ARM, the semiconductor company that develops the Mali GPUs, has just announced its next-gen display processor, currently known as the Mali-Cetus.
A display processor works in conjunction with the GPU to take care of certain tasks (such as rotation, scaling and image enhancement) to improve the overall efficiency. Though updates to Mali’s display processors have typically featured largely incremental improvements based on the same architecture — see the Mali-DP500/550/650 — with the Mali-Cetus, ARM has made some significant changes.
The Mali-Cetus includes a brand new architecture to meet modern display demands like high-performance VR, new UHD standards like HDR10 and Hybrid Log-Gamma, and Android 7.0 Nougat-specific enhancements such as multi-window mode.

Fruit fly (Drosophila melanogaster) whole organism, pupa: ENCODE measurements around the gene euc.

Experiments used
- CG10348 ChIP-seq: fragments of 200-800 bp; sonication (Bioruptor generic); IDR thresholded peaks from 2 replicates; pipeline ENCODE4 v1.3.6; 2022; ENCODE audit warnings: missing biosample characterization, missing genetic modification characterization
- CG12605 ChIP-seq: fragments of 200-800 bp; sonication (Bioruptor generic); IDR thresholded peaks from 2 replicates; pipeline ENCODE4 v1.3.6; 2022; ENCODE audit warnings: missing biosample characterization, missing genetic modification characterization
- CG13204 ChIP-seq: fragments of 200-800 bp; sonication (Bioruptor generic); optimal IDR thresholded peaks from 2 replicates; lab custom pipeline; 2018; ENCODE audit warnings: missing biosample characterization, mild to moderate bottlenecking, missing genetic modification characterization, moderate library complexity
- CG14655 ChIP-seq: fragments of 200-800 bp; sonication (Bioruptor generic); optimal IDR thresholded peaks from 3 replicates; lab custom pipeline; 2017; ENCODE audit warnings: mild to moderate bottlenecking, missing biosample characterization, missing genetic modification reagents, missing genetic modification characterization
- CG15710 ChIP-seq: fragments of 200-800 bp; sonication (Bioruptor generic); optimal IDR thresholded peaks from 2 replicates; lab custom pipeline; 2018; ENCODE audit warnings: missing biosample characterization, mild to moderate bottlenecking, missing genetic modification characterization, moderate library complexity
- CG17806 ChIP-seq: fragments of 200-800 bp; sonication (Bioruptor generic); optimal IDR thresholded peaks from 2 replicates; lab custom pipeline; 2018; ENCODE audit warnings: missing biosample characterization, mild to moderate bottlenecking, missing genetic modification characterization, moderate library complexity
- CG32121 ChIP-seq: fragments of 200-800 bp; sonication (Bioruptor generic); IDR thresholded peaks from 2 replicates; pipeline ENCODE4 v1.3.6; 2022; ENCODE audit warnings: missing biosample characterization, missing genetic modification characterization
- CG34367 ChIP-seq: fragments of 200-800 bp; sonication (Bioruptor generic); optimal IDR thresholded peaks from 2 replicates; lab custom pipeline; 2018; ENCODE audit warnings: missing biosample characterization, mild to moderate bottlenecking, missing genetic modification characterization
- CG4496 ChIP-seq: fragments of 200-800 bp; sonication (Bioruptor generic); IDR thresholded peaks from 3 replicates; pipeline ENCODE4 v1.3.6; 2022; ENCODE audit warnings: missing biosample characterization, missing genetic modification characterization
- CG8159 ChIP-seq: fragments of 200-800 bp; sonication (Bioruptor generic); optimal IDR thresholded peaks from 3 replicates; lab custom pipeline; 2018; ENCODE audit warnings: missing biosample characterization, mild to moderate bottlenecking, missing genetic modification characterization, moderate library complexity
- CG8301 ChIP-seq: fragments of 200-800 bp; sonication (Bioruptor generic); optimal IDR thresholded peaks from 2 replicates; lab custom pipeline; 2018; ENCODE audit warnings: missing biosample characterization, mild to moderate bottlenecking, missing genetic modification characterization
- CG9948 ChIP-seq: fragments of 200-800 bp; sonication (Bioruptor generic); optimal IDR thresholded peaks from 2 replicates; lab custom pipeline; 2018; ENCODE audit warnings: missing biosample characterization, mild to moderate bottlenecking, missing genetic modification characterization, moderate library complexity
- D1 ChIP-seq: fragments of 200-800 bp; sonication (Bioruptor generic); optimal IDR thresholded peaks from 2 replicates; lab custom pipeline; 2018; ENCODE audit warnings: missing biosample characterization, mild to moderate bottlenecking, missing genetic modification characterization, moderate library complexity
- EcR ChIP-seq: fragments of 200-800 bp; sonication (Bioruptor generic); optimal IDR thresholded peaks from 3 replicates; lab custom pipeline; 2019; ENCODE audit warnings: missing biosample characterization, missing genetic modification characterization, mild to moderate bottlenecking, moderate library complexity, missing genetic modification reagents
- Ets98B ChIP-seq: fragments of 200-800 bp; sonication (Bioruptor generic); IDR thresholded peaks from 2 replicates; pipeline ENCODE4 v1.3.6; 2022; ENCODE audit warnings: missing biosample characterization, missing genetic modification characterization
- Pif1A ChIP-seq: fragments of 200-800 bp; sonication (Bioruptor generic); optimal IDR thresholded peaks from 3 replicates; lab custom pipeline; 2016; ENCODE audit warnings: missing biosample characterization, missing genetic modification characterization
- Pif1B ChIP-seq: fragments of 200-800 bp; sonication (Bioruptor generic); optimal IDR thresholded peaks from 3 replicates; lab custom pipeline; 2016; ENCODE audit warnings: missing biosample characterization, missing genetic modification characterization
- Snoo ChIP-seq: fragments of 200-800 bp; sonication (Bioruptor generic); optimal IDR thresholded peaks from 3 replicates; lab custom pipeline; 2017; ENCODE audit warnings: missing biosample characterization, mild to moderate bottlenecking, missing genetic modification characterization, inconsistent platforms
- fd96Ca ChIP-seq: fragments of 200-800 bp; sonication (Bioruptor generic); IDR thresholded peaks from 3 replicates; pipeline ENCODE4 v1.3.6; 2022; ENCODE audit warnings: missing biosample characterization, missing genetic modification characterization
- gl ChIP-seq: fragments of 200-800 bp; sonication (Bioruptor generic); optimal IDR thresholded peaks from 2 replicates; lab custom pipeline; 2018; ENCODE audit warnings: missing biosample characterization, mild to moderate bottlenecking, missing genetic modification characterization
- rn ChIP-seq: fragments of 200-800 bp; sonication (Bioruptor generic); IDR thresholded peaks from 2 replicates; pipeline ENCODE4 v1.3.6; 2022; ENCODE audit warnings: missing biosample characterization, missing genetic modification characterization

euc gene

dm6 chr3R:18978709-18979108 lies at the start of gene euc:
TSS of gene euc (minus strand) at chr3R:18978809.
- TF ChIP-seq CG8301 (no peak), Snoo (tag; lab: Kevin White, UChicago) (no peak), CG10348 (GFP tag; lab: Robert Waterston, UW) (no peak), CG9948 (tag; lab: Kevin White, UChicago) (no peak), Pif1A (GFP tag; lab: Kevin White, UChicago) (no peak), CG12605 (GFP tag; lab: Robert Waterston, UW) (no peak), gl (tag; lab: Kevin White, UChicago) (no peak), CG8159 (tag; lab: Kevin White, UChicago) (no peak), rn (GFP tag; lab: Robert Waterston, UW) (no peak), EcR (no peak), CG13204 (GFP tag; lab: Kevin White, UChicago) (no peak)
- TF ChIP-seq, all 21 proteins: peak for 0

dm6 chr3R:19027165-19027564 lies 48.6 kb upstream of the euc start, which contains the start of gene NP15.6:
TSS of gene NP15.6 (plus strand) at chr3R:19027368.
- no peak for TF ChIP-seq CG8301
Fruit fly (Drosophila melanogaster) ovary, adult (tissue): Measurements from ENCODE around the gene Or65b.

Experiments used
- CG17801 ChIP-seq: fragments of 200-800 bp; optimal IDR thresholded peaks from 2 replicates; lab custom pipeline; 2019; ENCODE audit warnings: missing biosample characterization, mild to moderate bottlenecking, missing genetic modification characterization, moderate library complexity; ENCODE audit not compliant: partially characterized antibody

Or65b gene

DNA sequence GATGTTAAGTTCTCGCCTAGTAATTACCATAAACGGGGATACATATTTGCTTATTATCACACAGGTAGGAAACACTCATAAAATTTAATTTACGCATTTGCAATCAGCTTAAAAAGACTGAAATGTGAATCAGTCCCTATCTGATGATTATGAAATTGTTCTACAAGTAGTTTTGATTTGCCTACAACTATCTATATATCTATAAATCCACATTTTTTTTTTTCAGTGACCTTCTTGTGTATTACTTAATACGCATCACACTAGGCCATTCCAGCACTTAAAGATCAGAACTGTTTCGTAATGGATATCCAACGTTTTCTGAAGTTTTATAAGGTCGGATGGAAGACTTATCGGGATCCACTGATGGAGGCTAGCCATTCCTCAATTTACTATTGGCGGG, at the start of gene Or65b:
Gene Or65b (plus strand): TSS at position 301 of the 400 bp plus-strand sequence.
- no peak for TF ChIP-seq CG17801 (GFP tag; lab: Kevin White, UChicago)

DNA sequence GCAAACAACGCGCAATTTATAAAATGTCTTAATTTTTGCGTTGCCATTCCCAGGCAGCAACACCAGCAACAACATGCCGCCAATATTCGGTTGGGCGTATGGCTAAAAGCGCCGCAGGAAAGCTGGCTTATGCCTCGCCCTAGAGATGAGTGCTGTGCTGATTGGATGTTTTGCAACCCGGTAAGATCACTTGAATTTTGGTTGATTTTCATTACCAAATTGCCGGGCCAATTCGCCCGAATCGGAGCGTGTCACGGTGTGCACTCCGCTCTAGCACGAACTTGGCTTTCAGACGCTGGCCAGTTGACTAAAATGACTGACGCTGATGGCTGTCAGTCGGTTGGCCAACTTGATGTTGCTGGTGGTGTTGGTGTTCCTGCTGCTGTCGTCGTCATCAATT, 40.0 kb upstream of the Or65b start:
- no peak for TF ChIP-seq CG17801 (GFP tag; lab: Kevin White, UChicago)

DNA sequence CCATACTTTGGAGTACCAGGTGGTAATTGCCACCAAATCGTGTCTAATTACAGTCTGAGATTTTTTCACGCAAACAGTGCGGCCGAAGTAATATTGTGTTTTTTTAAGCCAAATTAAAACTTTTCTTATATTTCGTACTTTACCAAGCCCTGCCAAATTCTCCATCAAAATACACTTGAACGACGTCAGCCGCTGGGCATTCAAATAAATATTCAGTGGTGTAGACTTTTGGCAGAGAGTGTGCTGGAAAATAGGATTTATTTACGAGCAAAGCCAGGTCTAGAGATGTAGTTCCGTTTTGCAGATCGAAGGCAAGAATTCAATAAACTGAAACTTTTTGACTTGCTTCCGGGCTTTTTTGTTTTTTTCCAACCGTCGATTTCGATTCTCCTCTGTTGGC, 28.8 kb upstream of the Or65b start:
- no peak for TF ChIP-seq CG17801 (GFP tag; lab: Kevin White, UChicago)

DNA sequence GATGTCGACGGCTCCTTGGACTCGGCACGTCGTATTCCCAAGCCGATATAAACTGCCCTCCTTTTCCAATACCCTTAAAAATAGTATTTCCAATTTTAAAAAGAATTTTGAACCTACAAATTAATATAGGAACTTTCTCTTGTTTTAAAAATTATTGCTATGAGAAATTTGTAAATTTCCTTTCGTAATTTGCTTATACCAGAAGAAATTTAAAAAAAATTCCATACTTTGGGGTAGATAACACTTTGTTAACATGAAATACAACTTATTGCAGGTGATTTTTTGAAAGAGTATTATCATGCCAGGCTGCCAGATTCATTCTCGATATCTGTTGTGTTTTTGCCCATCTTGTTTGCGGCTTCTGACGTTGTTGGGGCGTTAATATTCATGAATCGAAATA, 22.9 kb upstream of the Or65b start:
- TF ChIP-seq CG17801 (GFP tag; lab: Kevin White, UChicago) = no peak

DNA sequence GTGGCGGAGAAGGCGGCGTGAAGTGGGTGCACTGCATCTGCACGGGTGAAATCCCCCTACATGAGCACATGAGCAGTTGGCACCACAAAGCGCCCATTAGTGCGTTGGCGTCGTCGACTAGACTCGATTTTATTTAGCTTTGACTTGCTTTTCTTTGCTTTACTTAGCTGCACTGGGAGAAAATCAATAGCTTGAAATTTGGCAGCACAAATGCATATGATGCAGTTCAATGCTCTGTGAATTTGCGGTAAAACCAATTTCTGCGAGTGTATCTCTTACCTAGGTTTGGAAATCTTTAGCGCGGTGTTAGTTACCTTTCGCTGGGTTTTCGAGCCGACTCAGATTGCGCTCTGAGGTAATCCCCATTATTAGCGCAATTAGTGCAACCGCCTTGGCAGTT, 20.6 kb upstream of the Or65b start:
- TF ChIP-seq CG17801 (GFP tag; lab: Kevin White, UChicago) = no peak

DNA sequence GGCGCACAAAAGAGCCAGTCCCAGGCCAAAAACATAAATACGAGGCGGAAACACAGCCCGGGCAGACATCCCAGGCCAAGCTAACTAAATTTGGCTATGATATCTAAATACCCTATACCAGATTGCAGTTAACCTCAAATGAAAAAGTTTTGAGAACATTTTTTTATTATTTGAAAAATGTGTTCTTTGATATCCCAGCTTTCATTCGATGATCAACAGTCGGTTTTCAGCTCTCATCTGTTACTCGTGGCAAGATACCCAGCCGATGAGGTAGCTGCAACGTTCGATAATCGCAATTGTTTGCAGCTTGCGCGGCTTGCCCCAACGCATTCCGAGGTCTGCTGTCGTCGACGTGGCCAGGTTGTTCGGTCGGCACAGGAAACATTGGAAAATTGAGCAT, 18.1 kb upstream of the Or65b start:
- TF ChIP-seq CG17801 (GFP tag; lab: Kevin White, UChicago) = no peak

In the case of the latter, the Mali-Cetus could offer support for up to four simultaneous windows. Android 7.0 currently allows for two but future Android versions may increase this count — particularly as devices with larger displays (like tablets) could stand to benefit from more windows. The progress with regards to HDR, meanwhile, stands to provide a better viewing experience on compatible displays (here’s an explainer on HDR displays if you’re interested).
The Mali-Cetus display processor includes these upgrades alongside the now expected improvements to power efficiency (including lower power consumption from 4K video), meaning future devices which make use of it should provide superior battery performance compared to those with previous display processors.
ARM is clearly targeting different markets with the new Mali-Cetus features, from mobile, to VR, to TVs; it’s rare that we see products try to take on all areas at once. But it’s good news for consumers because no matter what product area they’re into, they could stand to see some benefit from the Mali-Cetus (even indirectly).
As to when we might see a Mali-Cetus used commercially, it’s likely to be launched (with its official name) in Q4, 2017, and begin appearing on devices in 2018.